Space Exploration Technologies Corp., the start-up rocket-maker headed by billionaire Elon Musk, moved a step closer to launching military and spy satellites this week.
The U.S. Air Force said the Hawthorne, Calif.-based company known as SpaceX has completed the first of three missions needed to qualify for carrying military and intelligence satellites, which are generally bigger and more expensive than their commercial counterparts.
The Sept. 29 liftoff of the upgraded Falcon 9 rocket from Vandenberg Air Force Base, Calif., launched civilian satellites Cassiope, CUSat, Dande and Popacs into orbit, the mission nevertheless counted toward military certification, the service said in a news release.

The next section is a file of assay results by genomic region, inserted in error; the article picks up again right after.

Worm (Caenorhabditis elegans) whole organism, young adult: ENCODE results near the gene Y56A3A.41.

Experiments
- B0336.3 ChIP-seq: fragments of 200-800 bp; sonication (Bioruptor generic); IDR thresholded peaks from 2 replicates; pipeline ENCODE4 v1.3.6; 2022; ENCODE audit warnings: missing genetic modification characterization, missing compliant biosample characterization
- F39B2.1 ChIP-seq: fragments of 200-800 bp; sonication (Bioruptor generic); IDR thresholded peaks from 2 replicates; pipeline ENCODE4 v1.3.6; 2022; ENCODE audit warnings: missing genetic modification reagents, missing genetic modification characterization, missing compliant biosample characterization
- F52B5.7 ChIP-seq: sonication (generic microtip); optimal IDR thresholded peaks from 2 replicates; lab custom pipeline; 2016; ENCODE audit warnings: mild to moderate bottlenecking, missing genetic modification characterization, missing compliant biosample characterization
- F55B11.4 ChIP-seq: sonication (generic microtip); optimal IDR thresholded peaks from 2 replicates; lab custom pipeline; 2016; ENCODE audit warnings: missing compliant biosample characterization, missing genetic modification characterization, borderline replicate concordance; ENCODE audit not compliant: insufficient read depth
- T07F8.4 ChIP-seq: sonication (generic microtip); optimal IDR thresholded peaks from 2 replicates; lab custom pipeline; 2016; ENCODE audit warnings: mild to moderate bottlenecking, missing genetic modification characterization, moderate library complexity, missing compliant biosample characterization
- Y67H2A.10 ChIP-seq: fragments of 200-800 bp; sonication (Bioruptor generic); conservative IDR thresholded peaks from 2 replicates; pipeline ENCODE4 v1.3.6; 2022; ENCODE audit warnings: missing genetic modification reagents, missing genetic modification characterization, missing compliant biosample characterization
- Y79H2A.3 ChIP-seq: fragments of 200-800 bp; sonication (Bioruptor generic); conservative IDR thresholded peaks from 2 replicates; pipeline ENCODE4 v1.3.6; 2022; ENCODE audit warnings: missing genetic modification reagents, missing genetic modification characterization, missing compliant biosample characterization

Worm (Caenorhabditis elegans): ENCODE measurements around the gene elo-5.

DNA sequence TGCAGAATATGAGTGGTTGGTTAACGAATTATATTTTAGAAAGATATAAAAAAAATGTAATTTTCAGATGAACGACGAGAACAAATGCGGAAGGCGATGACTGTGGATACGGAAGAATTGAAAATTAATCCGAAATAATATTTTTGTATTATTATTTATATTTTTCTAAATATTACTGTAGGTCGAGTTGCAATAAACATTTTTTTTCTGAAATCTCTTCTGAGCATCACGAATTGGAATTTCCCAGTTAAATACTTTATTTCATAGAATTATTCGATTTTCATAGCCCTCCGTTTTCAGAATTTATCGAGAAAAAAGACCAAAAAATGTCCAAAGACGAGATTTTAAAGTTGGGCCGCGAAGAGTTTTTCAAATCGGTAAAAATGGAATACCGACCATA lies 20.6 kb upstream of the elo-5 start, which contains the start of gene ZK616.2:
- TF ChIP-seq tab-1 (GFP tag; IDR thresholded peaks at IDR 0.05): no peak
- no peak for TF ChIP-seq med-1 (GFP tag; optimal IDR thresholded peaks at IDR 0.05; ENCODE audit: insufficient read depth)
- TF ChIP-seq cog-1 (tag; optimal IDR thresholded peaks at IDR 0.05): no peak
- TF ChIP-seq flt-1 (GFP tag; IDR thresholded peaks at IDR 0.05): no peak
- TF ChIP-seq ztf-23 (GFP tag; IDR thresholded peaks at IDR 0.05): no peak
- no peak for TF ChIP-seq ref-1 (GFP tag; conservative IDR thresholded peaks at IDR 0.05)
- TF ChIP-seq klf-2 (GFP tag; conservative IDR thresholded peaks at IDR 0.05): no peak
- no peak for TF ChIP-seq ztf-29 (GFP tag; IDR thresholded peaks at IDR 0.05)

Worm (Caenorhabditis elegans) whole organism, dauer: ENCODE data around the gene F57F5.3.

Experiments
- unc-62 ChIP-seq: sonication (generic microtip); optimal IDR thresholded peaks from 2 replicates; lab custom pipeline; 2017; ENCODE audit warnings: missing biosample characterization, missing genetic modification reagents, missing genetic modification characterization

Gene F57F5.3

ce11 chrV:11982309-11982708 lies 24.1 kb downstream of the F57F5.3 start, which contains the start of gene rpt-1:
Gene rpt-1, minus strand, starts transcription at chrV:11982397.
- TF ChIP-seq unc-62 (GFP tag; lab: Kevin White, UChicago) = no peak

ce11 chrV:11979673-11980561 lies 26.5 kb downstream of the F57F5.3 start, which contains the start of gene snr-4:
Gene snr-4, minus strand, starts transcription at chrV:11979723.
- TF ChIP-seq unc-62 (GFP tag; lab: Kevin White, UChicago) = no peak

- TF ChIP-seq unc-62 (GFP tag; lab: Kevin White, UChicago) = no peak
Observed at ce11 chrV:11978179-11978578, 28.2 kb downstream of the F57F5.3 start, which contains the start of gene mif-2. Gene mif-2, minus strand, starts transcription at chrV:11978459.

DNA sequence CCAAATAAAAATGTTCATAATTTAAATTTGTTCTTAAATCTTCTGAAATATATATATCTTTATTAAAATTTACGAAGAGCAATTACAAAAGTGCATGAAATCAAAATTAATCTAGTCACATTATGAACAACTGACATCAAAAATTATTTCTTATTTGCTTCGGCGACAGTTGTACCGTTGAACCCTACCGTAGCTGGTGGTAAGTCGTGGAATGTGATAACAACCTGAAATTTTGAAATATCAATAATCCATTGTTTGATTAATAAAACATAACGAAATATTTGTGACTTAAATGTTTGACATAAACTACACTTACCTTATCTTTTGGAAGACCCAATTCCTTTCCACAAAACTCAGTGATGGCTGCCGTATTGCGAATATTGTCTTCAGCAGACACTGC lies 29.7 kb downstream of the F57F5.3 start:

The Air Force alone last year budgeted some $1.9 billion for five EELV launches, or $376 million per mission. While government officials say a strategy to buy the launches in bulk has resulted in savings, they also want to open the program to competition from such companies as SpaceX and Orbital Sciences Corp. to curb costs.
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Brian Wang is a Futurist Thought Leader and a popular Science blogger with 1 million readers per month. His blog Nextbigfuture.com is ranked #1 Science News Blog. It covers many disruptive technology and trends including Space, Robotics, Artificial Intelligence, Medicine, Anti-aging Biotechnology, and Nanotechnology.
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